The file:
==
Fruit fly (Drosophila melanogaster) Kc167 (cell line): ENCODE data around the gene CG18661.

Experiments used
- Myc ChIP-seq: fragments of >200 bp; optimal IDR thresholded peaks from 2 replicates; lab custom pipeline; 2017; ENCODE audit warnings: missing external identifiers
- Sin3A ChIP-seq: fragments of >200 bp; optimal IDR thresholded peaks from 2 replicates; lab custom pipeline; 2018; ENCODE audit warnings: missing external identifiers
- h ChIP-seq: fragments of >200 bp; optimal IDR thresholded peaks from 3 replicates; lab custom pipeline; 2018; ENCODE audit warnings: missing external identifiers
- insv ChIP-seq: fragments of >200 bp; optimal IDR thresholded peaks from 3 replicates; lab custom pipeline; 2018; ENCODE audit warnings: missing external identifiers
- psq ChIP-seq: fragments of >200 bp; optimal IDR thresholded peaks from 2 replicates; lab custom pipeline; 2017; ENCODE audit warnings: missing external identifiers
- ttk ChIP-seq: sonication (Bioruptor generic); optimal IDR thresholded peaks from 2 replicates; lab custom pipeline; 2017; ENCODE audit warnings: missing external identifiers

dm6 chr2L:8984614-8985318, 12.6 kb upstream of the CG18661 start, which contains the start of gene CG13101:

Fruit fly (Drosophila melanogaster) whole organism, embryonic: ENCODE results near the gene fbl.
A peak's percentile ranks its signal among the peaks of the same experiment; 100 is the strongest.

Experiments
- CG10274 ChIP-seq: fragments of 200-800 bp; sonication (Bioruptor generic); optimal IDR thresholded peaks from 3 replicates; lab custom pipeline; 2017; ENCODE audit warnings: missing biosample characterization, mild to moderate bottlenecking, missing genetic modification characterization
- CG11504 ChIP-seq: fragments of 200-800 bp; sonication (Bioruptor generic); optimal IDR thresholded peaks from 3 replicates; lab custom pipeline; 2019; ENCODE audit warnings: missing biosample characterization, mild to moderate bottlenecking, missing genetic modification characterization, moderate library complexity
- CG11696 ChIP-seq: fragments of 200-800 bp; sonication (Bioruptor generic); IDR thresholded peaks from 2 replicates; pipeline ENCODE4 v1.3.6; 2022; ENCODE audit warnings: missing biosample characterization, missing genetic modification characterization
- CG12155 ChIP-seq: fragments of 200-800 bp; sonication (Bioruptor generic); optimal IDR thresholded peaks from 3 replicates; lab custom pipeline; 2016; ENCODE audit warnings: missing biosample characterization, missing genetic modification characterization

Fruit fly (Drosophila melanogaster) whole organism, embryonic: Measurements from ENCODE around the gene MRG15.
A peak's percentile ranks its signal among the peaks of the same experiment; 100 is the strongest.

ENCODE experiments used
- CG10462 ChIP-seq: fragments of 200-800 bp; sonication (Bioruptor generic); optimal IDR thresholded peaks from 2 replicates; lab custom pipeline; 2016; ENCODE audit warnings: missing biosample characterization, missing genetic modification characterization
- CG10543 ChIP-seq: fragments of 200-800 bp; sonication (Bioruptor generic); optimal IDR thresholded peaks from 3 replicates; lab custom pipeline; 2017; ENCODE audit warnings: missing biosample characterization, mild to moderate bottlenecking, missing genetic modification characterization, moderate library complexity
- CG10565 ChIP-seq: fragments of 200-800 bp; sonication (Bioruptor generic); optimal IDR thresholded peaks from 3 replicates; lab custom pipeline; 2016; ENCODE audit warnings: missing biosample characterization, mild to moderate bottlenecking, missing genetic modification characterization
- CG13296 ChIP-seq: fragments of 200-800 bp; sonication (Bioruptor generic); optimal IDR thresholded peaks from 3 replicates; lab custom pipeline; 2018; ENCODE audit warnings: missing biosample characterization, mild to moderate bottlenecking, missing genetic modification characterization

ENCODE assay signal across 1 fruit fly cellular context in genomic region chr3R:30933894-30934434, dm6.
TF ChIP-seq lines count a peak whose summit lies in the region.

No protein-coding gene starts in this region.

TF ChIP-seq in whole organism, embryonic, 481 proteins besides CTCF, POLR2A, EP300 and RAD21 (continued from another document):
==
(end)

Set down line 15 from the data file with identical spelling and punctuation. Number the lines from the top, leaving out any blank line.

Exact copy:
- CG11696 ChIP-seq: fragments of 200-800 bp; sonication (Bioruptor generic); IDR thresholded peaks from 2 replicates; pipeline ENCODE4 v1.3.6; 2022; ENCODE audit warnings: missing biosample characterization, missing genetic modification characterization